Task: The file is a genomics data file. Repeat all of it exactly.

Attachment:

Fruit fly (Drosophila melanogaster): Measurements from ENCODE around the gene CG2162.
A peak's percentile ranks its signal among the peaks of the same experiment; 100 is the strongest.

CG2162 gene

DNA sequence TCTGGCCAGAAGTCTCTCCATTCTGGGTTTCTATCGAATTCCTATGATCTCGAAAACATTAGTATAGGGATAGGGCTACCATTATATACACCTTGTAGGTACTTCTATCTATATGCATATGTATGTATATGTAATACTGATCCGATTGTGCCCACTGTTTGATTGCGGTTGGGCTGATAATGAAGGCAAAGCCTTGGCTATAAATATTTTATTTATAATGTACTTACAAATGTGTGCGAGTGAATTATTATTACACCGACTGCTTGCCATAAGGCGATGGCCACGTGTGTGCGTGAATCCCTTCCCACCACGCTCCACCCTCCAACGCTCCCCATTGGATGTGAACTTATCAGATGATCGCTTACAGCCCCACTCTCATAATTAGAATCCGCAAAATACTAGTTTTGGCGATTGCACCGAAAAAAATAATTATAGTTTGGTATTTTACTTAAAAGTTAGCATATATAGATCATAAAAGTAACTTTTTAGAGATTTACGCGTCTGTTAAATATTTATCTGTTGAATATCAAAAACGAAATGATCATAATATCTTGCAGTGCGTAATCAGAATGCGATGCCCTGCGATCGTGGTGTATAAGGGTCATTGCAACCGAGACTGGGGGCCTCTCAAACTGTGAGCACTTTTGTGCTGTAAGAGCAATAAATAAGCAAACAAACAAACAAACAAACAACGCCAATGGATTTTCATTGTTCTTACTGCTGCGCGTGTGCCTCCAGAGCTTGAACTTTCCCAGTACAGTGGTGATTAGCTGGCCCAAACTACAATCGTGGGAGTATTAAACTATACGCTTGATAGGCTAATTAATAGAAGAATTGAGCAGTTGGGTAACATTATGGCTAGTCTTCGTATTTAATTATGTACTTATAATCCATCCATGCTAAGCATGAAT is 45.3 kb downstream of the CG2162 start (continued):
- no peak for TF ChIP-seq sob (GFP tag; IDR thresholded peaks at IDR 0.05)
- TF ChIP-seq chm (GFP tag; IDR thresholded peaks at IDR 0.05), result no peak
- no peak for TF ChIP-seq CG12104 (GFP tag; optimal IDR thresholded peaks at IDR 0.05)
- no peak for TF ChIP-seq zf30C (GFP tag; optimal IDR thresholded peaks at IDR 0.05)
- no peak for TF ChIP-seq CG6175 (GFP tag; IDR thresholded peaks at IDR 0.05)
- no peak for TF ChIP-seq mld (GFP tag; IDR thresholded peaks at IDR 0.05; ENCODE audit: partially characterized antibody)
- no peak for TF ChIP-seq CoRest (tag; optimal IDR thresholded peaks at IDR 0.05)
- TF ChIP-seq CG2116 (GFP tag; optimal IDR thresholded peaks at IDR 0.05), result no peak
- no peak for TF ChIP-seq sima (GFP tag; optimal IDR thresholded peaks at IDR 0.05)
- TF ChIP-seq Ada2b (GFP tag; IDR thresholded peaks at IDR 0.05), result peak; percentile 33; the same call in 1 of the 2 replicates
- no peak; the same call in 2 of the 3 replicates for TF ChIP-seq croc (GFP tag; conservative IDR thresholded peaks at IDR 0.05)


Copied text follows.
Fruit fly (Drosophila melanogaster): Measurements from ENCODE around the gene CG2162.
A peak's percentile ranks its signal among the peaks of the same experiment; 100 is the strongest.

CG2162 gene

DNA sequence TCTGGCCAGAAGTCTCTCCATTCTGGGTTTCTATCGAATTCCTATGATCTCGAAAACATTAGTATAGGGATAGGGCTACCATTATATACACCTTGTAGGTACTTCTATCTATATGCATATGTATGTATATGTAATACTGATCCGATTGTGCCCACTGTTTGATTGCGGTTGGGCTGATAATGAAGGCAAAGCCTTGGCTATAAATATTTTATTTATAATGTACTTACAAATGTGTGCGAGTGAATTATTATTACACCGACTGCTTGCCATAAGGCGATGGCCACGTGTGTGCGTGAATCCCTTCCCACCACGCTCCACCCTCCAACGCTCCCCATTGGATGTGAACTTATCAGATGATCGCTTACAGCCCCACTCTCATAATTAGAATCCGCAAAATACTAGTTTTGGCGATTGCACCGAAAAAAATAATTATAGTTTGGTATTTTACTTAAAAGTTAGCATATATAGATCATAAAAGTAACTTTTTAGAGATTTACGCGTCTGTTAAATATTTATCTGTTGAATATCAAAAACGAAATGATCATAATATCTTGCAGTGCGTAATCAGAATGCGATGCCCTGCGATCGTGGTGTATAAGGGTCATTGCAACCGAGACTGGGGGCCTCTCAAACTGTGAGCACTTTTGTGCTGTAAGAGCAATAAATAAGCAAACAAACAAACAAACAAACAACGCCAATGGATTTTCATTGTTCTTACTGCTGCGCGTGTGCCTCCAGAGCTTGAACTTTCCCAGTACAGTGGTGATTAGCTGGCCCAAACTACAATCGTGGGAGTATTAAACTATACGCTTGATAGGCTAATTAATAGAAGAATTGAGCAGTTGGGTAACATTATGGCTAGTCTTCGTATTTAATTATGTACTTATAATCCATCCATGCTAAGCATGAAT is 45.3 kb downstream of the CG2162 start (continued):
- no peak for TF ChIP-seq sob (GFP tag; IDR thresholded peaks at IDR 0.05)
- TF ChIP-seq chm (GFP tag; IDR thresholded peaks at IDR 0.05), result no peak
- no peak for TF ChIP-seq CG12104 (GFP tag; optimal IDR thresholded peaks at IDR 0.05)
- no peak for TF ChIP-seq zf30C (GFP tag; optimal IDR thresholded peaks at IDR 0.05)
- no peak for TF ChIP-seq CG6175 (GFP tag; IDR thresholded peaks at IDR 0.05)
- no peak for TF ChIP-seq mld (GFP tag; IDR thresholded peaks at IDR 0.05; ENCODE audit: partially characterized antibody)
- no peak for TF ChIP-seq CoRest (tag; optimal IDR thresholded peaks at IDR 0.05)
- TF ChIP-seq CG2116 (GFP tag; optimal IDR thresholded peaks at IDR 0.05), result no peak
- no peak for TF ChIP-seq sima (GFP tag; optimal IDR thresholded peaks at IDR 0.05)
- TF ChIP-seq Ada2b (GFP tag; IDR thresholded peaks at IDR 0.05), result peak; percentile 33; the same call in 1 of the 2 replicates
- no peak; the same call in 2 of the 3 replicates for TF ChIP-seq croc (GFP tag; conservative IDR thresholded peaks at IDR 0.05)